A day in the life of a swim champion

Juneau-Douglas High School senior Nathan Messing was tired on Saturday morning.


Not the typical early morning teen tired he feels most days, but the exhaustion caused from the previous day’s preliminary swims at the 2011 Alaska state high school swimming championships.

“I was kind of up late,” Messing said. “It was mostly just messing around on electronics, but there was quite a bit of stress involved too, wondering about what would happen the next day.”

That next day included a spot in two championship races, the 100-yard butterfly and the 100 backstroke.

“I was really tired,” Messing said about race day. “I am usually pretty tired when I wake up anyway, this was really, really tired. We went to the pool and I was still half asleep.”

Even the muffin and Fruit Loops cereal from the hotel buffet didn’t give him a sugar high. The team lasagna dinner from the night before was anchoring his body in rest mode.

The 9 a.m. preliminary diving competition only lulled him farther into slumber.

“Once we started warm ups though, I woke right up,” Messing said. “The water was pretty cold.”

In his head, Messing reminds himself to stay calm and relaxed. This is nothing he hadn’t done before. His energy needed to be saved for the race.

“I am going to need it all,” Messing tells himself.

Then the first events began to roll by. The various buzzers of the starts, the splashes and the cheers of the swims, and the exhilarations and disappointments as fingers reach towards the pool finish.

Now Messing’s race is called and he walks past multiple colors of various schools. He walks past timers and judges, past teammates and competitors. He walks in front of fans and foes.

A brief pause before the starting platform and then two steps on top, Messing adjusts his goggles. He glances to his right and down the line the swimmers stand: Homer’s Richard Ginter, Dimond’s Cory Chan, South’s Alexander Emili, West Valley’s Brandon Rankin and Luis Marquez, and familiar faces Kenny Fox of Thunder Mountain and Merek Corporon of Ketchikan.

“I didn’t really know many of the people I was racing against,” Messing said. “They were all kind of new faces to me. I wasn’t used to racing them.”

Messing wasn’t used to the high level of the state 100 fly. It used to be his worst event.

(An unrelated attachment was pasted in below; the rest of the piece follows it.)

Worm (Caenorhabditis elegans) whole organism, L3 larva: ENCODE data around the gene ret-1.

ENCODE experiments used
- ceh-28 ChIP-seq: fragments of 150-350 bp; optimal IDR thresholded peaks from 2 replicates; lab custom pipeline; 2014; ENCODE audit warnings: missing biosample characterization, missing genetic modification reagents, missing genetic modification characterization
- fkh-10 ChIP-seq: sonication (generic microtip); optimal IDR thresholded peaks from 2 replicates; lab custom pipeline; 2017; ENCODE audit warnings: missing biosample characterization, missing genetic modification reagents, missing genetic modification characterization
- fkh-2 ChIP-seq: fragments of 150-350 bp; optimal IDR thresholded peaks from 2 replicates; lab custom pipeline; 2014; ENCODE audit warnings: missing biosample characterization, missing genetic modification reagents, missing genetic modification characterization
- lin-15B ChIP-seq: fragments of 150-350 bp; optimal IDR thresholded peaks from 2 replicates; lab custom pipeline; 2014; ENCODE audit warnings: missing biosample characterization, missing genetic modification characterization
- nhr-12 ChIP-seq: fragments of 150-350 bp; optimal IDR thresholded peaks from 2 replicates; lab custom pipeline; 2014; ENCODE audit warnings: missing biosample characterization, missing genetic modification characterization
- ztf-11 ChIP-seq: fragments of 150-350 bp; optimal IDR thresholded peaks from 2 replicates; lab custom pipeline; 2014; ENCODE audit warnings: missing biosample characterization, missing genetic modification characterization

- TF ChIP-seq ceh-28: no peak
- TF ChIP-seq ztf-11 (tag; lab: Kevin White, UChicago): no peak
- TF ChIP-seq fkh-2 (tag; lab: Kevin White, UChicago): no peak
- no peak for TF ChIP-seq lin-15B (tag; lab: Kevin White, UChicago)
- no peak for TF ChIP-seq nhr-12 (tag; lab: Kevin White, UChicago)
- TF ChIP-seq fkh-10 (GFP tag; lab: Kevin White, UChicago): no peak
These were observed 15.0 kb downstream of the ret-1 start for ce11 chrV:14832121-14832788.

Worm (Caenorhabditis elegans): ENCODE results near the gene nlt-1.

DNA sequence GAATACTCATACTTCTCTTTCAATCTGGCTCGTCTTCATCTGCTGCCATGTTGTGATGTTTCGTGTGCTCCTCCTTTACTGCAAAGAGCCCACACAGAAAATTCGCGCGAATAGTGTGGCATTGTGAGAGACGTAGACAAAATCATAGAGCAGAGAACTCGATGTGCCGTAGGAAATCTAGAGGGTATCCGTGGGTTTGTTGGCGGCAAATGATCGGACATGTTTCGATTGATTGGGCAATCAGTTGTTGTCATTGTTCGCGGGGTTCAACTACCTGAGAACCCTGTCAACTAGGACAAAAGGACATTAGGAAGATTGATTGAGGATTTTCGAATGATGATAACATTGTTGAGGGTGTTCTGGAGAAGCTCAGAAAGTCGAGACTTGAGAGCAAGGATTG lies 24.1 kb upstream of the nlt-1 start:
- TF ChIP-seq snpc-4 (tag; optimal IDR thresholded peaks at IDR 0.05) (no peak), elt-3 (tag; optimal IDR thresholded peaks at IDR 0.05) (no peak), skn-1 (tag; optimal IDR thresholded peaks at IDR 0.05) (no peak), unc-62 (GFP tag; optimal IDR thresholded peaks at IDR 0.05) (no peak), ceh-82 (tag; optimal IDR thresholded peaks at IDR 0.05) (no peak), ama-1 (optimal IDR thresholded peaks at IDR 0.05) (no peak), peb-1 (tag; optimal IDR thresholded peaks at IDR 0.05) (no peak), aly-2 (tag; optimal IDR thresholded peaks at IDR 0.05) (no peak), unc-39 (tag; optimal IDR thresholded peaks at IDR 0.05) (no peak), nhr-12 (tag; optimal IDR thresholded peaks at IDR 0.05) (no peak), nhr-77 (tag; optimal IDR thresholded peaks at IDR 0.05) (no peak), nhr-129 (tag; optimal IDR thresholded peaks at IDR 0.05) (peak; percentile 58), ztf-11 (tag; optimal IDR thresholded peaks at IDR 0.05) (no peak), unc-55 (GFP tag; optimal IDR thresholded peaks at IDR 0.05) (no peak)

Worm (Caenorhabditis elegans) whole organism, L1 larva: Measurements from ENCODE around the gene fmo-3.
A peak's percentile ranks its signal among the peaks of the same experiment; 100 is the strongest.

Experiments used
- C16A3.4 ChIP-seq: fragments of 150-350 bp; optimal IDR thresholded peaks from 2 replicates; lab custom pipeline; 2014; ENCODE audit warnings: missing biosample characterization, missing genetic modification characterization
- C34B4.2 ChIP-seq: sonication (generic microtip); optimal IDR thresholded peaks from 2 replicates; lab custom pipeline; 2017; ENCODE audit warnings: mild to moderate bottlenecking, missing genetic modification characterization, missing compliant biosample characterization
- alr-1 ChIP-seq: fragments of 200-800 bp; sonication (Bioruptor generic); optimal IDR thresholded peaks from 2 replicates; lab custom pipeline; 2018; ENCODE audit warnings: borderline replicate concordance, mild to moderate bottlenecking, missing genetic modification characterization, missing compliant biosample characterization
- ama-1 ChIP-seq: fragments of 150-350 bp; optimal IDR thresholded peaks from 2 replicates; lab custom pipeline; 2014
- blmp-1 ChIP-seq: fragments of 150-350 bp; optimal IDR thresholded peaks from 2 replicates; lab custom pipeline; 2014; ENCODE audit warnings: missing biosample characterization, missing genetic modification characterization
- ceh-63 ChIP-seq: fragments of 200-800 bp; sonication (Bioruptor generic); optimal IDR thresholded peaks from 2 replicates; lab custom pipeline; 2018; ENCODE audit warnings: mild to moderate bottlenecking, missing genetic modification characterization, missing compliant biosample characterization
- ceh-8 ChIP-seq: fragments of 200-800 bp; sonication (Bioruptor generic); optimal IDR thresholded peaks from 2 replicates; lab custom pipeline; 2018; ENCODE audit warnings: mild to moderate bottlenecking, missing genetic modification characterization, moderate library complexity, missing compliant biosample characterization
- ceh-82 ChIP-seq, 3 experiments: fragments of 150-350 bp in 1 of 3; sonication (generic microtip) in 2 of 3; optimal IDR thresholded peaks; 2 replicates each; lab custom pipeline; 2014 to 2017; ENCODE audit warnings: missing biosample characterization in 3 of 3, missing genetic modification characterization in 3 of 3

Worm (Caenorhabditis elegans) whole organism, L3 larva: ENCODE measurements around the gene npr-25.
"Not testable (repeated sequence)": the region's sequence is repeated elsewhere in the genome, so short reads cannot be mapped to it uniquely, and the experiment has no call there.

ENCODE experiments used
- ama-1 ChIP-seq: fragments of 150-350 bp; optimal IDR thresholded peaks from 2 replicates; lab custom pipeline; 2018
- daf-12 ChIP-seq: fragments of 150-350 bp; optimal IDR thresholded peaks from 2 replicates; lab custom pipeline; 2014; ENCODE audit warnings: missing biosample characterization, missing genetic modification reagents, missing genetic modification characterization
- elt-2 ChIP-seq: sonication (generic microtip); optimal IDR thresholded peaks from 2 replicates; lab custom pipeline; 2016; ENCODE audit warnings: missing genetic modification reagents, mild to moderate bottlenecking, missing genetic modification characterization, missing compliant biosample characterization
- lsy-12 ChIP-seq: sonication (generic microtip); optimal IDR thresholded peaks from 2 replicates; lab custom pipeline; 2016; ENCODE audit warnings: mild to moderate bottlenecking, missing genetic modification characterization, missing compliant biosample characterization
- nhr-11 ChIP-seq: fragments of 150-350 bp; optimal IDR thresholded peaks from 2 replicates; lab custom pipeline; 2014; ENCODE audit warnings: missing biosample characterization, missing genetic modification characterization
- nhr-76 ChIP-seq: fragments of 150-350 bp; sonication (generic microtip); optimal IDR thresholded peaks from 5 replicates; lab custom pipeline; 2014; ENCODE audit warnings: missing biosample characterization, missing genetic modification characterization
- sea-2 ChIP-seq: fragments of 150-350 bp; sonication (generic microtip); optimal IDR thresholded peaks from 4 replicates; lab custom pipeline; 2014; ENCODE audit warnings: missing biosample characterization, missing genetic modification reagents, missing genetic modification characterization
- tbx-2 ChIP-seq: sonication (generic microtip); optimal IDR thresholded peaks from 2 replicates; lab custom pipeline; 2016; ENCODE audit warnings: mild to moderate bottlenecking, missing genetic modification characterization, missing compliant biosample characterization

“I was just like, eh, I’ll swim it as fast as I can,” Messing said. “I’ll just focus on my own race.”

Last year Messing swam the 100 fly in 59 seconds, a time that those standing to his left would snicker at.

Of course he had whittled that time down this season. The early morning elite Glacier Swim Club practices, the JDHS morning workouts, the muscle memory of years of pool water coursing over his body. Still, Messing thought he would just try not to finish near his sixth place seeding of 55.09 seconds.

“In regional’s my goggles completely filled with water,” Messing reminisced. “So I wasn’t really working on my technique then. I was just struggling to wallow through the water. This time I bought some new goggles and they worked really well.”

They worked better than really well.

Messing remembers bending down at the start and slicing through pool water.

“I thought I might be third,” Messing said. “I knew I was up there somewhere. I knew I wasn’t sixth. I didn’t think I was first.”

Hitting the finish wall, Messing leaned back and look up at the electronic timing board. The red bulbs flashed “Lane 7 first place.” The bulbs stopped flashing on “52.88” seconds.

“I think I yelled out ‘Yes,’ really loud,” Messing said. “That was really cool. I was not expecting to win that one at all. I don’t think I remember anything that was better than that day. I regained almost all my energy just because of the fact that I won.”

That day also included his next event, the 100-yard backstroke. Roughly 20 minutes after climbing out of the pool, his red-dyed hair dripping, Messing was crouched into a tuck start.

“I was expecting to win that one,” Messing said. “Especially since I had just swam so fast in an event I am not very good at. I figured if this was an event I was good at then I would probably win it.”

Now Messing would be in a rematch with Sitka’s Louis Belley.

“I knew he would be right behind me the entire race,” Messing said. “He pretty much was.”

The two Southeast swimmers put a few strokes of distance on South’s Zachary Rockwell, Dimond’s Chan, East’s Micah Stocker, Palmer’s Spencer Bloom, Chugiak’s Andrew Espe and Lathrop’s Paul Owens.

“The only reason I think I actually beat Louis is because his walls are so bad,” Messing stated. “When he pushes off the wall he ends up two yards behind me. Then he almost catches up to me every single 25.”

Messing touched the finish wall with a first place time of 53.18, more than two seconds faster than his seeding. His legs were so tired he could barely climb onto the pool deck.

“My strategy for backstroke is just kick as hard as I can for the entire race,” Messing said. “Oh gosh, it was so bad, my legs are so sore.”

Messing hasn’t been back in the pool since state. He will take a week off and then get back into the GSC mode

“This is some well deserved rest time,” Messing said. “I have energy, I just feel like I want to enjoy this for a few days.”

Soon 4 a.m. training will begin, and senior sectionals, and a pool on a college campus. Steven’s Institute of Technology in Hoboken, N.J. and Florida Institute of Technology in Melbourne, Fla. have been recruiting him.

“I have just started that process,” Messing said. “But I am not even near deciding on which one.”

In a corner of Messing’s room is a compilation of random awards from 10 years of swimming. There are trophies for being a participant in GSC for an entire year, age group ribbons, club medals and team awards. Now there are two shiny orbs of gold on top; Messing’s first state medals, earned on the last day of his high school career.


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